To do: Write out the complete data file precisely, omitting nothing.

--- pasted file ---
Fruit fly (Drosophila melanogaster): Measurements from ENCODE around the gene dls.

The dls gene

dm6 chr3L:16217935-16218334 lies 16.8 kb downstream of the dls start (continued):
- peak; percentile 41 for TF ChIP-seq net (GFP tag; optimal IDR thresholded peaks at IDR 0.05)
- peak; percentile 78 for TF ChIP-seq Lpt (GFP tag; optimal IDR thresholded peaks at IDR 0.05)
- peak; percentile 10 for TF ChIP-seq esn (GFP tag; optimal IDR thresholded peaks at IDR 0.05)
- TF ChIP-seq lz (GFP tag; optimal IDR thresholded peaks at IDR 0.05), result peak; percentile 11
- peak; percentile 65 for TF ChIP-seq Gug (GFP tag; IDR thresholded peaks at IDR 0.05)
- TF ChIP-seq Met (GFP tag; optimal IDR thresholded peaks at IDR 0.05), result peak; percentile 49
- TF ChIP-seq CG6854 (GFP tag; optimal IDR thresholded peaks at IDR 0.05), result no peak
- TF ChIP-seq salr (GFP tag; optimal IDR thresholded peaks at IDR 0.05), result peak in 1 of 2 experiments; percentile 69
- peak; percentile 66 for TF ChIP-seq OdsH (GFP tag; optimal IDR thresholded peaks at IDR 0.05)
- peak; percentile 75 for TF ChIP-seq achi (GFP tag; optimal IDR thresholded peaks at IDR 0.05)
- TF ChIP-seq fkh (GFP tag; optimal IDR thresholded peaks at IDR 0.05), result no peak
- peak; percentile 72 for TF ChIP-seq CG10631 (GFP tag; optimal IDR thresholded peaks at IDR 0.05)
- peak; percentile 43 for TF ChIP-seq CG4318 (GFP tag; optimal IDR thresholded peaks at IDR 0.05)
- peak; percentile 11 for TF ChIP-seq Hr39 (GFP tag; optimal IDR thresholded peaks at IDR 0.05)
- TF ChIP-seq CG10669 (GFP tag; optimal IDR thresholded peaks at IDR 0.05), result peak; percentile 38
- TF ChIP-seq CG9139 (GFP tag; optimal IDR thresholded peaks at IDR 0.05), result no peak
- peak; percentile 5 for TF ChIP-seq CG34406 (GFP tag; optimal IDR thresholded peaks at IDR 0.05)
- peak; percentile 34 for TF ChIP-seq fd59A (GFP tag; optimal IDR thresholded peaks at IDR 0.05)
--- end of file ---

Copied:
Fruit fly (Drosophila melanogaster): Measurements from ENCODE around the gene dls.

The dls gene

dm6 chr3L:16217935-16218334 lies 16.8 kb downstream of the dls start (continued):
- peak; percentile 41 for TF ChIP-seq net (GFP tag; optimal IDR thresholded peaks at IDR 0.05)
- peak; percentile 78 for TF ChIP-seq Lpt (GFP tag; optimal IDR thresholded peaks at IDR 0.05)
- peak; percentile 10 for TF ChIP-seq esn (GFP tag; optimal IDR thresholded peaks at IDR 0.05)
- TF ChIP-seq lz (GFP tag; optimal IDR thresholded peaks at IDR 0.05), result peak; percentile 11
- peak; percentile 65 for TF ChIP-seq Gug (GFP tag; IDR thresholded peaks at IDR 0.05)
- TF ChIP-seq Met (GFP tag; optimal IDR thresholded peaks at IDR 0.05), result peak; percentile 49
- TF ChIP-seq CG6854 (GFP tag; optimal IDR thresholded peaks at IDR 0.05), result no peak
- TF ChIP-seq salr (GFP tag; optimal IDR thresholded peaks at IDR 0.05), result peak in 1 of 2 experiments; percentile 69
- peak; percentile 66 for TF ChIP-seq OdsH (GFP tag; optimal IDR thresholded peaks at IDR 0.05)
- peak; percentile 75 for TF ChIP-seq achi (GFP tag; optimal IDR thresholded peaks at IDR 0.05)
- TF ChIP-seq fkh (GFP tag; optimal IDR thresholded peaks at IDR 0.05), result no peak
- peak; percentile 72 for TF ChIP-seq CG10631 (GFP tag; optimal IDR thresholded peaks at IDR 0.05)
- peak; percentile 43 for TF ChIP-seq CG4318 (GFP tag; optimal IDR thresholded peaks at IDR 0.05)
- peak; percentile 11 for TF ChIP-seq Hr39 (GFP tag; optimal IDR thresholded peaks at IDR 0.05)
- TF ChIP-seq CG10669 (GFP tag; optimal IDR thresholded peaks at IDR 0.05), result peak; percentile 38
- TF ChIP-seq CG9139 (GFP tag; optimal IDR thresholded peaks at IDR 0.05), result no peak
- peak; percentile 5 for TF ChIP-seq CG34406 (GFP tag; optimal IDR thresholded peaks at IDR 0.05)
- peak; percentile 34 for TF ChIP-seq fd59A (GFP tag; optimal IDR thresholded peaks at IDR 0.05)